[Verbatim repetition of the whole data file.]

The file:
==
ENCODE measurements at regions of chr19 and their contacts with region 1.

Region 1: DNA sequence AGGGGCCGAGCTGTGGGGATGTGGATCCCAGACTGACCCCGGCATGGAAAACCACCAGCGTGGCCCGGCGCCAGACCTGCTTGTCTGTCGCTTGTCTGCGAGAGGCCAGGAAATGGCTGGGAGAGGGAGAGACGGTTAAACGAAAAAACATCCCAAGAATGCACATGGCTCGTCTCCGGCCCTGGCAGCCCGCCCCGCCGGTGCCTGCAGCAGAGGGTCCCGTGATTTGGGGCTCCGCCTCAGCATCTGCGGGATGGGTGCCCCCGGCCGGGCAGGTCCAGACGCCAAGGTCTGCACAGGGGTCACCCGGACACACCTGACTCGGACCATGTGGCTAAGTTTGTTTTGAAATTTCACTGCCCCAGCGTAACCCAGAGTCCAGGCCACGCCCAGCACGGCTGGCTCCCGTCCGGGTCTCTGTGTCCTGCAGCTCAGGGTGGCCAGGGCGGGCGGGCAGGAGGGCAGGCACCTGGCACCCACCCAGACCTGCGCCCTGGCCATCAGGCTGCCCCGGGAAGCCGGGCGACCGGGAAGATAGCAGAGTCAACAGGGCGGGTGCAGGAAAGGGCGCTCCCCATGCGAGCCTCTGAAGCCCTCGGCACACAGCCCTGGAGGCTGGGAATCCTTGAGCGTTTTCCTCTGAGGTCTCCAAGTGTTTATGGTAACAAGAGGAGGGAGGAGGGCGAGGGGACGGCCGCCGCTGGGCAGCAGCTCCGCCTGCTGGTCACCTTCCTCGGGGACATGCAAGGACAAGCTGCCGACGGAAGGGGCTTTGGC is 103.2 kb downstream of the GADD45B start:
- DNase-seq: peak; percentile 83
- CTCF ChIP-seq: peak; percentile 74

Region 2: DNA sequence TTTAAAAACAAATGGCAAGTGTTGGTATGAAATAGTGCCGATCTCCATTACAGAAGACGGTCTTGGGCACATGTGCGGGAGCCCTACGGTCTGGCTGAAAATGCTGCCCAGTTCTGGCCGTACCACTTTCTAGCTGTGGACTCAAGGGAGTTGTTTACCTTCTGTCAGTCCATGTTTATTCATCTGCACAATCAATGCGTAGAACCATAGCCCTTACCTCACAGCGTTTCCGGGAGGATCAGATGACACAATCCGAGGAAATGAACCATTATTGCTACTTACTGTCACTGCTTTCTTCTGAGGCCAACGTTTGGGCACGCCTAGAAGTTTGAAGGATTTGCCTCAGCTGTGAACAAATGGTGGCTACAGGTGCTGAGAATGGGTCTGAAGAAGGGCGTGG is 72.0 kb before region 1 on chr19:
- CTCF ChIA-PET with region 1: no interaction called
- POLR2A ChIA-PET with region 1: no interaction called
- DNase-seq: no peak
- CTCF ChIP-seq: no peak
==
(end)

ENCODE measurements at regions of chr19 and their contacts with region 1.

Region 1: DNA sequence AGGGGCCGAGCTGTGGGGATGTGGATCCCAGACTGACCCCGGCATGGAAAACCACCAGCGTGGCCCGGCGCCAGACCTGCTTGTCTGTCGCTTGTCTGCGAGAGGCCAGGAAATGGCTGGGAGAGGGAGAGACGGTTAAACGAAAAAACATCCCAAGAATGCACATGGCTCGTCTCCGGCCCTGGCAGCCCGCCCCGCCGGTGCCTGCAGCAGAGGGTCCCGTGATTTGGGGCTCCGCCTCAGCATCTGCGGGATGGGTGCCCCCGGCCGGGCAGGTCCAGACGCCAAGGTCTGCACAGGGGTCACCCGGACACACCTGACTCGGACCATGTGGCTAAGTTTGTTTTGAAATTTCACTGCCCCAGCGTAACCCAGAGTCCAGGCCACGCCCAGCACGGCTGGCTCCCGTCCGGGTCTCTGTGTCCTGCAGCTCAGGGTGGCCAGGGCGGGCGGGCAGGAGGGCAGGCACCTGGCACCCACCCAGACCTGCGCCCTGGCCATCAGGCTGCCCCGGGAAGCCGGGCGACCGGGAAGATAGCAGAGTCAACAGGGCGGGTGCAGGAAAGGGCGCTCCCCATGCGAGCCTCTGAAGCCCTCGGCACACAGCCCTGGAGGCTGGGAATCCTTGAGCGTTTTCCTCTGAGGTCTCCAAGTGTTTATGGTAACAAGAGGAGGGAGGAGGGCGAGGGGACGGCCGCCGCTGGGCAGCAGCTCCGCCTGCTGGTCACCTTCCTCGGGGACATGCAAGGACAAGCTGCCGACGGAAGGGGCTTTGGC is 103.2 kb downstream of the GADD45B start:
- DNase-seq: peak; percentile 83
- CTCF ChIP-seq: peak; percentile 74

Region 2: DNA sequence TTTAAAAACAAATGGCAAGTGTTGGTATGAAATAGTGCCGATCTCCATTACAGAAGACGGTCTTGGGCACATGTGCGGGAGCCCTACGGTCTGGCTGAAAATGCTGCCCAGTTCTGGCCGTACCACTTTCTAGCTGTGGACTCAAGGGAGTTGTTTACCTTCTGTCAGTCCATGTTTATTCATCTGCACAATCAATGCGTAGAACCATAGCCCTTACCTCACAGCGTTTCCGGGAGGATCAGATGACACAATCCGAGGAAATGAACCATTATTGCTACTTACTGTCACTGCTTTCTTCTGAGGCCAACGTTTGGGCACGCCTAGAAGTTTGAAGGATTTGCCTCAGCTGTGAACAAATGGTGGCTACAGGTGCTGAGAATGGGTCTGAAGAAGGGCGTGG is 72.0 kb before region 1 on chr19:
- CTCF ChIA-PET with region 1: no interaction called
- POLR2A ChIA-PET with region 1: no interaction called
- DNase-seq: no peak
- CTCF ChIP-seq: no peak